Cover: America Classifies the Immigrants: From Ellis Island to the 2020 Census, from Harvard University PressCover: America Classifies the Immigrants in HARDCOVER

America Classifies the Immigrants

From Ellis Island to the 2020 Census

Add to Cart

Product Details

HARDCOVER

$46.50 • £37.95 • €42.00

ISBN 9780674425057

Publication Date: 03/26/2018

Text

464 pages

6-1/8 x 9-1/4 inches

1 line illustration, 2 tables

World

When more than twenty million immigrants arrived in the United States between 1880 and 1920, the government attempted to classify them according to prevailing ideas about race and nationality. But this proved hard to do. Ideas about racial or national difference were slippery, contested, and yet consequential—were “Hebrews” a “race,” a “religion,” or a “people”? As Joel Perlmann shows, a self-appointed pair of officials created the government’s 1897 List of Races and Peoples, which shaped exclusionary immigration laws, the wording of the U.S. Census, and federal studies that informed social policy. Its categories served to maintain old divisions and establish new ones.

Across the five decades ending in the 1920s, American immigration policy built increasingly upon the belief that some groups of immigrants were desirable, others not. Perlmann traces how the debates over this policy institutionalized race distinctions—between whites and nonwhites, but also among whites—in immigration laws that lasted four decades.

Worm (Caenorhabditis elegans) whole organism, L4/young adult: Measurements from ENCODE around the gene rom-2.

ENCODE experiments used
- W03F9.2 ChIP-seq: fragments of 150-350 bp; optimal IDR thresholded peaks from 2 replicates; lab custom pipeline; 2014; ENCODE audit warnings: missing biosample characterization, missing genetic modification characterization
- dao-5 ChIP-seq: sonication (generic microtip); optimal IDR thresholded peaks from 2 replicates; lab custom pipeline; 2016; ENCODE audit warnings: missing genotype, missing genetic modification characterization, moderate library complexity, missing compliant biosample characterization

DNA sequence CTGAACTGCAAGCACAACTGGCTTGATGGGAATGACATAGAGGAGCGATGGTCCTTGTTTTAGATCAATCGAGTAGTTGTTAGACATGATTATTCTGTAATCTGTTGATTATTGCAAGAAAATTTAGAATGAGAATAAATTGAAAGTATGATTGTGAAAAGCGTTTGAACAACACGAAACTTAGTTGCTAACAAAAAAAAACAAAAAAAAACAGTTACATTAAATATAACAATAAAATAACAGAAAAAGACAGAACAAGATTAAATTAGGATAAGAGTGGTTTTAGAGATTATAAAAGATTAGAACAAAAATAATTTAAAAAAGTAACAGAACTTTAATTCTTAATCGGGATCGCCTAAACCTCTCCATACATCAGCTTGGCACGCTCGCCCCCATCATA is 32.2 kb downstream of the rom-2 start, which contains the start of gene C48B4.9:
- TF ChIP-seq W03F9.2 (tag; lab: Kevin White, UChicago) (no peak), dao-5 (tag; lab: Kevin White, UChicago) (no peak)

Despite a gradual shift among social scientists from “race” to “ethnic group” after the 1920s, the diffusion of this key concept among government officials and the public remained limited until the end of the 1960s. Taking up dramatic changes to racial and ethnic classification since then, America Classifies the Immigrants concentrates on three crucial reforms to the American Census: the introduction of Hispanic origin and ancestry (1980), the recognition of mixed racial origins (2000), and a rethinking of the connections between race and ethnic group (proposed for 2020).

Recent News

Black lives matter. Black voices matter. A statement from HUP »

From Our Blog

Jacket: Atomic Doctors: Conscience and Complicity at the Dawn of the Nuclear Age, by James L. Nolan, Jr., from Harvard University Press

Remembering Hiroshima

On this day 75 years ago, the United States dropped the world’s first atomic bomb on Hiroshima, Japan. James L. Nolan Jr.’s grandfather was a doctor who participated in the Manhattan Project, and he writes about him in Atomic Doctors: Conscience and Complicity at the Dawn of the Nuclear Age, an unflinching examination of the moral and professional dilemmas faced by physicians who took part in the project. Below, please find the introduction to Nolan’s book. On the morning of June 17, 1945, Captain James F. Nolan, MD, boarded a plane